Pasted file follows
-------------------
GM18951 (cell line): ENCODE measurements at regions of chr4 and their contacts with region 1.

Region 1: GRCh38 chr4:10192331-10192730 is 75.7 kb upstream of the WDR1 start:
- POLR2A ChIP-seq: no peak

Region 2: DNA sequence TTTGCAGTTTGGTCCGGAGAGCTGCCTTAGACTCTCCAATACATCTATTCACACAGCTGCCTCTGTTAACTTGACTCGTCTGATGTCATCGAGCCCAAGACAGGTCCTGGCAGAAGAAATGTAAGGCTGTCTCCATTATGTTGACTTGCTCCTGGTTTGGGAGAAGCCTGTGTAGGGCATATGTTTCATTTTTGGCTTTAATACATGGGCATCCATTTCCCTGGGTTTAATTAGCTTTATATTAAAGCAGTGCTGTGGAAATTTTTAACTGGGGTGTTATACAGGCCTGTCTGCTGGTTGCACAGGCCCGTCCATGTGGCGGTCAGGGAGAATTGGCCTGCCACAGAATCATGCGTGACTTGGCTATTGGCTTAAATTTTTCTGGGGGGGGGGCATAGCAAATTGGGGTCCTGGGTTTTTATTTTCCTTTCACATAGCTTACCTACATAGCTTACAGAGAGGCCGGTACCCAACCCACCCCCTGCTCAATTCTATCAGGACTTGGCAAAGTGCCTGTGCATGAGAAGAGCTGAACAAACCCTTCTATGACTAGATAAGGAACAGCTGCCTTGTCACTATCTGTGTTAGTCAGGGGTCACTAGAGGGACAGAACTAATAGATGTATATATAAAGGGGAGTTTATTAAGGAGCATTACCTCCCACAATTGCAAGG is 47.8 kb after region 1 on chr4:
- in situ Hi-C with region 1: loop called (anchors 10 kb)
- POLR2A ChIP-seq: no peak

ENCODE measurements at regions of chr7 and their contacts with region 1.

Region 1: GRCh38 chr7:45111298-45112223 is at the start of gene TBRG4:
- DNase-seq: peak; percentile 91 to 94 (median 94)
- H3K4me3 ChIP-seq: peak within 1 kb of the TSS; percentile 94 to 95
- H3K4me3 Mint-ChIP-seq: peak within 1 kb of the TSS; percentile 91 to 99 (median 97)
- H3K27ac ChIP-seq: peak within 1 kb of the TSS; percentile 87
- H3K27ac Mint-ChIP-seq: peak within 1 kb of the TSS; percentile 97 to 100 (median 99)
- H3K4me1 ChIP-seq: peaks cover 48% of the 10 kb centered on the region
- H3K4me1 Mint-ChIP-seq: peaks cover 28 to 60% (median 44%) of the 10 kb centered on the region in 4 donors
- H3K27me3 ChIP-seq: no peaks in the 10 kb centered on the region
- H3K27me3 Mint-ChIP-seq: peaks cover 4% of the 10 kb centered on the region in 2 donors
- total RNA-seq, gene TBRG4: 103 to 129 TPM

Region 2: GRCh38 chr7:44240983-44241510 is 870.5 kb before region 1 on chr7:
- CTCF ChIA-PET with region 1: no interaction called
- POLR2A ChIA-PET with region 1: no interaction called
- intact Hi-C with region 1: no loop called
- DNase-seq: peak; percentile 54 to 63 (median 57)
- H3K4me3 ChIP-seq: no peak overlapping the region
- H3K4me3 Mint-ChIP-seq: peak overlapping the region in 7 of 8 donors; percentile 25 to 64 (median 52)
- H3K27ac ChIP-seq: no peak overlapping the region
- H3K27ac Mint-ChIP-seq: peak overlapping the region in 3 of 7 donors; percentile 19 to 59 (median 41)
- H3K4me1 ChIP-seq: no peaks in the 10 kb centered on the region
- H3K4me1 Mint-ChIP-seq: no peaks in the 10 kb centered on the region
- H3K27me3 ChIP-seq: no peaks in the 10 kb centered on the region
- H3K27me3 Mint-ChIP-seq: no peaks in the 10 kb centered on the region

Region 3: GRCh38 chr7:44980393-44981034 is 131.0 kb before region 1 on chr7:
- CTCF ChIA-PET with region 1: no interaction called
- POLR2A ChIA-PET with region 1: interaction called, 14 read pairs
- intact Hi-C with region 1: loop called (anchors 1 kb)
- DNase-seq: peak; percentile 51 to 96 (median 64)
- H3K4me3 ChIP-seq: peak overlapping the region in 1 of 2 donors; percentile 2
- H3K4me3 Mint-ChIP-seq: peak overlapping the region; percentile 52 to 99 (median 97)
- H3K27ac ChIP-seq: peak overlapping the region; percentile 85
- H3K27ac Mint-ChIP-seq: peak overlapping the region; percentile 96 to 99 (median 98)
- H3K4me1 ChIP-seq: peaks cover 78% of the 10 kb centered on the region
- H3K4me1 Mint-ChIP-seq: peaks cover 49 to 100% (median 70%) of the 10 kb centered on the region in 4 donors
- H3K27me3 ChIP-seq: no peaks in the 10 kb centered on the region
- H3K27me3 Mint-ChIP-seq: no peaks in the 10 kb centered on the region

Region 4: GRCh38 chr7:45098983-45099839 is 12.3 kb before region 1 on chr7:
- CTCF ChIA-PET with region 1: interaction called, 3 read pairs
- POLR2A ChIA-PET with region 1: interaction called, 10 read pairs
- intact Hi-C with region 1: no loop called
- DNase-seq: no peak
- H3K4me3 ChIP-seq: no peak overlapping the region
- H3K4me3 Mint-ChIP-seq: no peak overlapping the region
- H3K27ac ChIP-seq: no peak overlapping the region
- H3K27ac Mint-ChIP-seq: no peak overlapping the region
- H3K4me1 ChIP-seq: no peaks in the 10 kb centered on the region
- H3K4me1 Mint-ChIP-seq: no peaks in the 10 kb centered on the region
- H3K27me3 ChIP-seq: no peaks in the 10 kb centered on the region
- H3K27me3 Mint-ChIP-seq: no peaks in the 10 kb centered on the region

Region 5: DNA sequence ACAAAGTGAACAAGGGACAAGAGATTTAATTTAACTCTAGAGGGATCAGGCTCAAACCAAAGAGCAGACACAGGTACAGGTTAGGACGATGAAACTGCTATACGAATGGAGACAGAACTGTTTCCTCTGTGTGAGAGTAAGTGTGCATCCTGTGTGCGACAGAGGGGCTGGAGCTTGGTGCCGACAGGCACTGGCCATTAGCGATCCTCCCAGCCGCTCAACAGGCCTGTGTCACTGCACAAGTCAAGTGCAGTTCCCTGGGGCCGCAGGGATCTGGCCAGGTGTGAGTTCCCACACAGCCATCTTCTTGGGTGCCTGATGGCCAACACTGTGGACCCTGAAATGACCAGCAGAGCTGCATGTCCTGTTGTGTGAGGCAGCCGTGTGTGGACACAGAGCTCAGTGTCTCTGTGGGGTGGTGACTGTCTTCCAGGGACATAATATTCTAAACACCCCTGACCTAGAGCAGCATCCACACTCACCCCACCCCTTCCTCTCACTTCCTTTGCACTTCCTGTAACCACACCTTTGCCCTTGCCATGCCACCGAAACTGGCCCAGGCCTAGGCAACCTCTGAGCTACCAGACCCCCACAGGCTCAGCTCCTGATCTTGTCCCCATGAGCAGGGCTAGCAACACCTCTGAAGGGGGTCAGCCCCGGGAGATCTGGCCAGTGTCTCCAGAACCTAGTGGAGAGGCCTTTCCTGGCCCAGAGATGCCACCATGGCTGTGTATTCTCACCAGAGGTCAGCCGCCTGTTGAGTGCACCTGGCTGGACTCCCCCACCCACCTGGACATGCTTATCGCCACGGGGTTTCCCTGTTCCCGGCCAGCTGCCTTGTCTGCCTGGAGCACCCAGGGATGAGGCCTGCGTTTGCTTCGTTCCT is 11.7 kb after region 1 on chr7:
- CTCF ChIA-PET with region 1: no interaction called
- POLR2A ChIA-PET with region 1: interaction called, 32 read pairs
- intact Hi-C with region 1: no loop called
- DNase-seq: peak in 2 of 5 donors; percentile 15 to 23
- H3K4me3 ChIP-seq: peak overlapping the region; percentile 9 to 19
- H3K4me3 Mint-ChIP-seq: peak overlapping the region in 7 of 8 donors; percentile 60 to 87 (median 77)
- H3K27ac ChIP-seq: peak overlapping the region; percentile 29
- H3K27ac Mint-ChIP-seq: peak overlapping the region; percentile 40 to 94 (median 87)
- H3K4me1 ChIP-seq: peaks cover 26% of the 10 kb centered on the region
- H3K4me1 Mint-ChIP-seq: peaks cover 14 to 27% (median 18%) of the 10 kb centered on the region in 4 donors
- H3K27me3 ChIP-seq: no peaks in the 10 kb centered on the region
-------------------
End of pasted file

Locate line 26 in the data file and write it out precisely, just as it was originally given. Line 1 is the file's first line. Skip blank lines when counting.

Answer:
- H3K27ac ChIP-seq: no peak overlapping the region